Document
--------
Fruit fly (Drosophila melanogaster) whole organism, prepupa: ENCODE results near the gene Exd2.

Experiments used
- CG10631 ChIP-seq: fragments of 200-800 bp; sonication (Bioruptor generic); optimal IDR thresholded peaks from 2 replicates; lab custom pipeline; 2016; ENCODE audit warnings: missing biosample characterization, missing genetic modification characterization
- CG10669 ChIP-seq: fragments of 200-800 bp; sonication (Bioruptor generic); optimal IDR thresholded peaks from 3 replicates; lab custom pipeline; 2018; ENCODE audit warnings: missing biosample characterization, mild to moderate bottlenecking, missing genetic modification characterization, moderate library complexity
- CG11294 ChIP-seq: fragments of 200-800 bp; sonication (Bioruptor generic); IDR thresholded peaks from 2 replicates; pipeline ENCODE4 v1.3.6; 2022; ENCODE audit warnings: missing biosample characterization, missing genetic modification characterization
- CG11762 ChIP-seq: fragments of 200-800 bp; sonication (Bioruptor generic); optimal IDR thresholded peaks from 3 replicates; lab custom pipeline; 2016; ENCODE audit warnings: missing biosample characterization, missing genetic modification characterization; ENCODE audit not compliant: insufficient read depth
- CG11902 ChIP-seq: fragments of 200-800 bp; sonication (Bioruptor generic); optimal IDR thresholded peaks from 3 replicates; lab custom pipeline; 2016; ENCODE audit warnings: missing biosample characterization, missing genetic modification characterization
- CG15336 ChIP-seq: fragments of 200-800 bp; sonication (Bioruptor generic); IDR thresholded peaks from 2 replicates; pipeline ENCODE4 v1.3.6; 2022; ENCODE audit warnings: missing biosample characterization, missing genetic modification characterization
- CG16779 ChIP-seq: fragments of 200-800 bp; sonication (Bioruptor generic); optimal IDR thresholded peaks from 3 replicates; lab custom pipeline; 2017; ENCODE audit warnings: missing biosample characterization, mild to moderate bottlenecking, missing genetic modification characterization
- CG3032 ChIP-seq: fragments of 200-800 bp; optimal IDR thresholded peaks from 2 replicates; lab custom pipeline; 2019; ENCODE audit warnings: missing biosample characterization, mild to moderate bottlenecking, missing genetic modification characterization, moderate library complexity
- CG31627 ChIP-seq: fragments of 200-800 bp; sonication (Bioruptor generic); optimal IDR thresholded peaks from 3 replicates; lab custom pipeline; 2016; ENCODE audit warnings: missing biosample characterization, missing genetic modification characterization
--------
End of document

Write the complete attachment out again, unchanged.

Fruit fly (Drosophila melanogaster) whole organism, prepupa: ENCODE results near the gene Exd2.

Experiments used
- CG10631 ChIP-seq: fragments of 200-800 bp; sonication (Bioruptor generic); optimal IDR thresholded peaks from 2 replicates; lab custom pipeline; 2016; ENCODE audit warnings: missing biosample characterization, missing genetic modification characterization
- CG10669 ChIP-seq: fragments of 200-800 bp; sonication (Bioruptor generic); optimal IDR thresholded peaks from 3 replicates; lab custom pipeline; 2018; ENCODE audit warnings: missing biosample characterization, mild to moderate bottlenecking, missing genetic modification characterization, moderate library complexity
- CG11294 ChIP-seq: fragments of 200-800 bp; sonication (Bioruptor generic); IDR thresholded peaks from 2 replicates; pipeline ENCODE4 v1.3.6; 2022; ENCODE audit warnings: missing biosample characterization, missing genetic modification characterization
- CG11762 ChIP-seq: fragments of 200-800 bp; sonication (Bioruptor generic); optimal IDR thresholded peaks from 3 replicates; lab custom pipeline; 2016; ENCODE audit warnings: missing biosample characterization, missing genetic modification characterization; ENCODE audit not compliant: insufficient read depth
- CG11902 ChIP-seq: fragments of 200-800 bp; sonication (Bioruptor generic); optimal IDR thresholded peaks from 3 replicates; lab custom pipeline; 2016; ENCODE audit warnings: missing biosample characterization, missing genetic modification characterization
- CG15336 ChIP-seq: fragments of 200-800 bp; sonication (Bioruptor generic); IDR thresholded peaks from 2 replicates; pipeline ENCODE4 v1.3.6; 2022; ENCODE audit warnings: missing biosample characterization, missing genetic modification characterization
- CG16779 ChIP-seq: fragments of 200-800 bp; sonication (Bioruptor generic); optimal IDR thresholded peaks from 3 replicates; lab custom pipeline; 2017; ENCODE audit warnings: missing biosample characterization, mild to moderate bottlenecking, missing genetic modification characterization
- CG3032 ChIP-seq: fragments of 200-800 bp; optimal IDR thresholded peaks from 2 replicates; lab custom pipeline; 2019; ENCODE audit warnings: missing biosample characterization, mild to moderate bottlenecking, missing genetic modification characterization, moderate library complexity
- CG31627 ChIP-seq: fragments of 200-800 bp; sonication (Bioruptor generic); optimal IDR thresholded peaks from 3 replicates; lab custom pipeline; 2016; ENCODE audit warnings: missing biosample characterization, missing genetic modification characterization